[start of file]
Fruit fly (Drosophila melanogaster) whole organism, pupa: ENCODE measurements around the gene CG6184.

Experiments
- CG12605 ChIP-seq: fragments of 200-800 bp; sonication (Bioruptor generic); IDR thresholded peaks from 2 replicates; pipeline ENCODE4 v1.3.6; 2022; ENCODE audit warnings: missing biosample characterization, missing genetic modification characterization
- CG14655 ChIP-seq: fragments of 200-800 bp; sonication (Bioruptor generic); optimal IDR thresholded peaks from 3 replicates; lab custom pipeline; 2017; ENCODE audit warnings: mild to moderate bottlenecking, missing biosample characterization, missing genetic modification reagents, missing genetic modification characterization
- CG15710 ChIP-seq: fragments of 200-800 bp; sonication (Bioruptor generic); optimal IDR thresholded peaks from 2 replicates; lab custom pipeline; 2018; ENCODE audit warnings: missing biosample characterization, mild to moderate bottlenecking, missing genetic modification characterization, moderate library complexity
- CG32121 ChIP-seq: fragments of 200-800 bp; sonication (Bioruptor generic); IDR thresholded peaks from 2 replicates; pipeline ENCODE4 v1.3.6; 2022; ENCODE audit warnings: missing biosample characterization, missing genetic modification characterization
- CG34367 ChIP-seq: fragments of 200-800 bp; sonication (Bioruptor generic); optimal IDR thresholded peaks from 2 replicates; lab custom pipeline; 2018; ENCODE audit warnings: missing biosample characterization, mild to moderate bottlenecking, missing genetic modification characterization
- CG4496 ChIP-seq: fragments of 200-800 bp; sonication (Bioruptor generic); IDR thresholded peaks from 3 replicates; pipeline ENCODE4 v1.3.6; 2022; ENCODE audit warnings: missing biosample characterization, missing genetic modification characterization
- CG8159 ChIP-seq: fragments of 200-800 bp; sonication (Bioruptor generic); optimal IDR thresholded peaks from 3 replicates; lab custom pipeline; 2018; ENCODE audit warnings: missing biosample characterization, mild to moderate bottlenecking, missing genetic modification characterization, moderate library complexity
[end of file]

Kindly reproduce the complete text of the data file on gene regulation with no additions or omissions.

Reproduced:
Fruit fly (Drosophila melanogaster) whole organism, pupa: ENCODE measurements around the gene CG6184.

Experiments
- CG12605 ChIP-seq: fragments of 200-800 bp; sonication (Bioruptor generic); IDR thresholded peaks from 2 replicates; pipeline ENCODE4 v1.3.6; 2022; ENCODE audit warnings: missing biosample characterization, missing genetic modification characterization
- CG14655 ChIP-seq: fragments of 200-800 bp; sonication (Bioruptor generic); optimal IDR thresholded peaks from 3 replicates; lab custom pipeline; 2017; ENCODE audit warnings: mild to moderate bottlenecking, missing biosample characterization, missing genetic modification reagents, missing genetic modification characterization
- CG15710 ChIP-seq: fragments of 200-800 bp; sonication (Bioruptor generic); optimal IDR thresholded peaks from 2 replicates; lab custom pipeline; 2018; ENCODE audit warnings: missing biosample characterization, mild to moderate bottlenecking, missing genetic modification characterization, moderate library complexity
- CG32121 ChIP-seq: fragments of 200-800 bp; sonication (Bioruptor generic); IDR thresholded peaks from 2 replicates; pipeline ENCODE4 v1.3.6; 2022; ENCODE audit warnings: missing biosample characterization, missing genetic modification characterization
- CG34367 ChIP-seq: fragments of 200-800 bp; sonication (Bioruptor generic); optimal IDR thresholded peaks from 2 replicates; lab custom pipeline; 2018; ENCODE audit warnings: missing biosample characterization, mild to moderate bottlenecking, missing genetic modification characterization
- CG4496 ChIP-seq: fragments of 200-800 bp; sonication (Bioruptor generic); IDR thresholded peaks from 3 replicates; pipeline ENCODE4 v1.3.6; 2022; ENCODE audit warnings: missing biosample characterization, missing genetic modification characterization
- CG8159 ChIP-seq: fragments of 200-800 bp; sonication (Bioruptor generic); optimal IDR thresholded peaks from 3 replicates; lab custom pipeline; 2018; ENCODE audit warnings: missing biosample characterization, mild to moderate bottlenecking, missing genetic modification characterization, moderate library complexity